Hey, how’s it going guys this is Jon McLennan with Guitar Control, thank you so much for tuning in and I want to teach you a little bit of Eric Clapton’s “Crossroads”. Today, this is just a monumental guitar piece there’s so much amazing playing in it, but one of the elements of this song that I want to emphasize in this lesson is call and response, that’s a typical thing you’ll hear a lot in the blues.
Check the image above to follow the chords and tabs.
We’ve got a 12 bar, just a standard 12 bar blues and a key of a, but what happens is there’s a vocal melody presented in the first two bars of the blues, and then the next two bars have a guitar riff answering, so if you’re playing the guitar you got to be able to play rhythm for two bars and then go to a lead riff, and then go back to rhythm, then constantly alternates it’s two bars of rhythm ,two bars of the lead, two bars of rhythm, two bars of the lead. So let me show you what’s like, if we’re going to play the first two bars if we’ve got an a, and a, d, and that is going to go like this, and that’s just our typical kind Kansas City Shuffle, very cliche guitar riff for a blue.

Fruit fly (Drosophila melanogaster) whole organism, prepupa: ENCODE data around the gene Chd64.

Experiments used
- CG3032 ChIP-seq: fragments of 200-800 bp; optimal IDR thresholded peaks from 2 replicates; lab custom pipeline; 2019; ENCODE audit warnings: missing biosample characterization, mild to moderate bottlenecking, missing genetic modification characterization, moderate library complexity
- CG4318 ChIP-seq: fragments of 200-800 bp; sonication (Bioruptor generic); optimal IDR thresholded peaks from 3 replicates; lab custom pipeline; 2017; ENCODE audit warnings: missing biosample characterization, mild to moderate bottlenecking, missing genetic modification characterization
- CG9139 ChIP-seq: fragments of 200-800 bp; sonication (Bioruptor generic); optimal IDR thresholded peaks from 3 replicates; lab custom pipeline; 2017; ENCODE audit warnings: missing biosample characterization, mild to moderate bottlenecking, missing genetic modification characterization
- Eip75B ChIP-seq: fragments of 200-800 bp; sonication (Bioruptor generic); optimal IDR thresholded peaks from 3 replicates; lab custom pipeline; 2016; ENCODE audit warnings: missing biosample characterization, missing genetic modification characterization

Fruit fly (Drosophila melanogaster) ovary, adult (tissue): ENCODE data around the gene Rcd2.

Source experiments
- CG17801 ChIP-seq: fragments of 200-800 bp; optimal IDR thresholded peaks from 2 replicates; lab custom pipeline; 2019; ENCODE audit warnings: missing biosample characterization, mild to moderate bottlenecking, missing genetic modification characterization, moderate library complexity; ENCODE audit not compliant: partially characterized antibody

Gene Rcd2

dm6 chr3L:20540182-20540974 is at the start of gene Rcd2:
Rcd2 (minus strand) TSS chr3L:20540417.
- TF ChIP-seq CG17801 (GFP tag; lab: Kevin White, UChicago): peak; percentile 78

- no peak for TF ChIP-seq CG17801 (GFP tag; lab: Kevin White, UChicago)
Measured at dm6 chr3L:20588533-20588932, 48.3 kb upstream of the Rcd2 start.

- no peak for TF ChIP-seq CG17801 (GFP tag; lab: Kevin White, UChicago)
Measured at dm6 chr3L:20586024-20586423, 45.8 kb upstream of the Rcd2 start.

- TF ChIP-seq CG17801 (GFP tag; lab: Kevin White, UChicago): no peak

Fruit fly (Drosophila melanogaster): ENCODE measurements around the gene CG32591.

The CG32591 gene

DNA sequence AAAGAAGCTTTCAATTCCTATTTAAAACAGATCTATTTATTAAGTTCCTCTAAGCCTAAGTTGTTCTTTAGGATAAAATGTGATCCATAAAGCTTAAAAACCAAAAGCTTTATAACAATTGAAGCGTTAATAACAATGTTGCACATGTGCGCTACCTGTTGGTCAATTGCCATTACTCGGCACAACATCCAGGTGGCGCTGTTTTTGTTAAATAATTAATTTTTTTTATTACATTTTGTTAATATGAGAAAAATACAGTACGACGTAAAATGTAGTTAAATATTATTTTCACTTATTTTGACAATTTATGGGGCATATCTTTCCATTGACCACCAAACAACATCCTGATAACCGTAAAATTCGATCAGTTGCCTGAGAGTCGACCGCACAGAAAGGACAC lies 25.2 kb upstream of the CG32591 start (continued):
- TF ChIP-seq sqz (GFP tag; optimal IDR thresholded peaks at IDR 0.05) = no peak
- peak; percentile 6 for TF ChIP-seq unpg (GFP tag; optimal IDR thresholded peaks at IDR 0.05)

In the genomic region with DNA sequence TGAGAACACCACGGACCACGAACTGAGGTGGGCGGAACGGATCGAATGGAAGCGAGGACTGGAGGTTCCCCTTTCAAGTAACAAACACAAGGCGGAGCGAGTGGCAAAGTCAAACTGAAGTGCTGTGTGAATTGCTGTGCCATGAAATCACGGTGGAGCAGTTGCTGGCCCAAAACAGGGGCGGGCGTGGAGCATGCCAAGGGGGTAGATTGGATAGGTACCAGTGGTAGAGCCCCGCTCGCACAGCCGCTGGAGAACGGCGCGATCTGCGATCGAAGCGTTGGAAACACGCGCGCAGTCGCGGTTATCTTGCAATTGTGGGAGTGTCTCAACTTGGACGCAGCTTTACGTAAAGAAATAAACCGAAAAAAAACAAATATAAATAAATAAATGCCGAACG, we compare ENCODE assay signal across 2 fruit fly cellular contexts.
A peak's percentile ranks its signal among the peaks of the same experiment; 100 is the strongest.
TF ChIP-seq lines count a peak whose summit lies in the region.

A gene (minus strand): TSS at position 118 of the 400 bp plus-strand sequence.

So I’ve got zero, two, to zero, four, then moving up to the d string, and now comes the response. I’m going to play the riff, this is open a second fret pull off play two again and then do a hammer zero and then you bend the third fret of the fifth string, so that part goes and doing it twice. So if I play the first four of ours it’s going to play the next two bars, I’m going to play just a d chord, e chord, now to a, d, and sometimes i play this d7 over f sharp it’s like a d7 triad and then I use my thumb on the second fret. The last four of ours, is this constant alternating between the rhythm and the lead playing.
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